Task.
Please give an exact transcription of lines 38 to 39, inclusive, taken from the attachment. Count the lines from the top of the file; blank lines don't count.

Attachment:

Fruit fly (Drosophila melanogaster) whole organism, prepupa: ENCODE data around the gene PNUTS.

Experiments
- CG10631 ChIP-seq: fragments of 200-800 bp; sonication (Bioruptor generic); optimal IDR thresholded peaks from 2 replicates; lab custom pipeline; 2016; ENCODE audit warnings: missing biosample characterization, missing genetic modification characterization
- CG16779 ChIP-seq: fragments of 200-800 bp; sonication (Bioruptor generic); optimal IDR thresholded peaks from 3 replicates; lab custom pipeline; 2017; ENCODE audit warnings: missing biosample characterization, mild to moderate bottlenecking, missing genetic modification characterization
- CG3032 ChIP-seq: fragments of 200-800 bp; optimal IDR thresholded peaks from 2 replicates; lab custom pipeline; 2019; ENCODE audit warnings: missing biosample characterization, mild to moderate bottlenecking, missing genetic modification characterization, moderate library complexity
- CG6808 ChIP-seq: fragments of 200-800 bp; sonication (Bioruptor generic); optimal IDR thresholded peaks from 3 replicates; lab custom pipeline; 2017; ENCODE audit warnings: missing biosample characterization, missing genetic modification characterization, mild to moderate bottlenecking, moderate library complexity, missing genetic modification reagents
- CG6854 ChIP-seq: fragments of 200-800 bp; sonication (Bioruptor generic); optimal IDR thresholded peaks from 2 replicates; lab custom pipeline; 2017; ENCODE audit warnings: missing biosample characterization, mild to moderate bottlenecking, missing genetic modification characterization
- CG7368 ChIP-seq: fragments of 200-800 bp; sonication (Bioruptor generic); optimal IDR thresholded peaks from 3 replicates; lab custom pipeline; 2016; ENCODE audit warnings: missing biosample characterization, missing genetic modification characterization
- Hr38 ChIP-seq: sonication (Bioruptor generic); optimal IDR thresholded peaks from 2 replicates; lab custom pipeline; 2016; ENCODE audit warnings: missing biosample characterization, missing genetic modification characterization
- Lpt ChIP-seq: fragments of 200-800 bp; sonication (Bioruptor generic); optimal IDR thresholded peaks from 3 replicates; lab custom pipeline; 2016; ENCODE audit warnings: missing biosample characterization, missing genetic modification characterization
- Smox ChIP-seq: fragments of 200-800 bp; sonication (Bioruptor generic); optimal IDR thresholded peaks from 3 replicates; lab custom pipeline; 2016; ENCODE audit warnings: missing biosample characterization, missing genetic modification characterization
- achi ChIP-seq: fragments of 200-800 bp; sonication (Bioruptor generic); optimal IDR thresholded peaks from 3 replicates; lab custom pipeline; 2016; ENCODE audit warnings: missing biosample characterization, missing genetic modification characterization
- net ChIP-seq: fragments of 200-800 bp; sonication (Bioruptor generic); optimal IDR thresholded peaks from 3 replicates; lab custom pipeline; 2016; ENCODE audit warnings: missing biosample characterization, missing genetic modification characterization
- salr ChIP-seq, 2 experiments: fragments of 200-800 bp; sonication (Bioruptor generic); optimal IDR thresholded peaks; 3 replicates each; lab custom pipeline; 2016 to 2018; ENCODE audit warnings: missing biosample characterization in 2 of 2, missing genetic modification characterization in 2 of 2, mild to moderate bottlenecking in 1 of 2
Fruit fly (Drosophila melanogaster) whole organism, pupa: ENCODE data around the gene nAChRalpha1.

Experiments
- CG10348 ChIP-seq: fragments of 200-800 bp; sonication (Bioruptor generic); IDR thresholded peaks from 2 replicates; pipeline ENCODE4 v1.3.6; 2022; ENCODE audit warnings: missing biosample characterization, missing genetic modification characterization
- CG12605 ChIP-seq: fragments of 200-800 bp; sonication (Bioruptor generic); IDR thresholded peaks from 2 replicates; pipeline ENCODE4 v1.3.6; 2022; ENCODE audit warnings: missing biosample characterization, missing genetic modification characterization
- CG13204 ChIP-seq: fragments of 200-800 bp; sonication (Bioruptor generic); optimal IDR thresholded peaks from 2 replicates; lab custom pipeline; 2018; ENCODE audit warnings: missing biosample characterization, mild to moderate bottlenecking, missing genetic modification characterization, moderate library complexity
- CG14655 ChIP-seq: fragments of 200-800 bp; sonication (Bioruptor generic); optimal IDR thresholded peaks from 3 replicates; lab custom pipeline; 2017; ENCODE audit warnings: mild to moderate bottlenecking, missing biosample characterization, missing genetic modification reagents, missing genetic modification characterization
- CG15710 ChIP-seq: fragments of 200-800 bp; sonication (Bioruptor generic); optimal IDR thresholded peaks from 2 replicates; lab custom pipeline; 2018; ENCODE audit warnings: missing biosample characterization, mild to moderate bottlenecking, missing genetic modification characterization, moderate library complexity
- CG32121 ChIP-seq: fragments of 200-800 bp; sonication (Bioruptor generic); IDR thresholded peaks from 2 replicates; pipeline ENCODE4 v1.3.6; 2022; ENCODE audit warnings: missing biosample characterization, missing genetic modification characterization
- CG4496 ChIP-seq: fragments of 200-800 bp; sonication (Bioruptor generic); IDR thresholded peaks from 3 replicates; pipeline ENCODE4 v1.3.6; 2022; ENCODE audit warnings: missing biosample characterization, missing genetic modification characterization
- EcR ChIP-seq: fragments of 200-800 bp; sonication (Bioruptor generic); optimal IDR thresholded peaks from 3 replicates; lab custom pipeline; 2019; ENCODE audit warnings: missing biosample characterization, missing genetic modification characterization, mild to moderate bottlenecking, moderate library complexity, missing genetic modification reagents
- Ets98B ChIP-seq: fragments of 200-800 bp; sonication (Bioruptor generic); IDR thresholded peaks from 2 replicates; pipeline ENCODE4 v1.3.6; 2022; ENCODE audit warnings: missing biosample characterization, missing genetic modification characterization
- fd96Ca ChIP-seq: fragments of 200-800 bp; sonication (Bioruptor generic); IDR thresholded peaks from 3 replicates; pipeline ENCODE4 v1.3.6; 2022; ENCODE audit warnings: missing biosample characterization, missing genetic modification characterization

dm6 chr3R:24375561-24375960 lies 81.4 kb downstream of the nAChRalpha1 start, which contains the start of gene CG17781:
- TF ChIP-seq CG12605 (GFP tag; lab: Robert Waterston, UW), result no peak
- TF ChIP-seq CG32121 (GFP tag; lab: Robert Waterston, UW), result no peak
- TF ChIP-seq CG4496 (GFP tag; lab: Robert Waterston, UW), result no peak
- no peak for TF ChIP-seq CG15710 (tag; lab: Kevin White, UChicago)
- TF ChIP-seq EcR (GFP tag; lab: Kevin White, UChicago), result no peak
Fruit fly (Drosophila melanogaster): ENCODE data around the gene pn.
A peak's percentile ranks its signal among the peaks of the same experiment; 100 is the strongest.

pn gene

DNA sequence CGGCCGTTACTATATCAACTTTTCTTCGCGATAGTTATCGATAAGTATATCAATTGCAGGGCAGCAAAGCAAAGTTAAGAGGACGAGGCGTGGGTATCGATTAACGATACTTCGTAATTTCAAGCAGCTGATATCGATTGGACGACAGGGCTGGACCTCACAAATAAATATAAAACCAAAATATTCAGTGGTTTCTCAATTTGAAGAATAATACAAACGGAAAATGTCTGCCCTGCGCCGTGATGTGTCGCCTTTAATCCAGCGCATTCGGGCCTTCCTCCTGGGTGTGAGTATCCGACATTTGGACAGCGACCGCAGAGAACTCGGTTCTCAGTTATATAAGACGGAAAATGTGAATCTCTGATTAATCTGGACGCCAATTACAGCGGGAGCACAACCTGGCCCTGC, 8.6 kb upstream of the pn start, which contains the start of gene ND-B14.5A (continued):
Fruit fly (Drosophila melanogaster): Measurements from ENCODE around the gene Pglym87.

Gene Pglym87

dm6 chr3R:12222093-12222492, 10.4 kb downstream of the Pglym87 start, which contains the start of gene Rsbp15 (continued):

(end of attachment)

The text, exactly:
Gene Pglym87

dm6 chr3R:12222093-12222492, 10.4 kb downstream of the Pglym87 start, which contains the start of gene Rsbp15 (continued):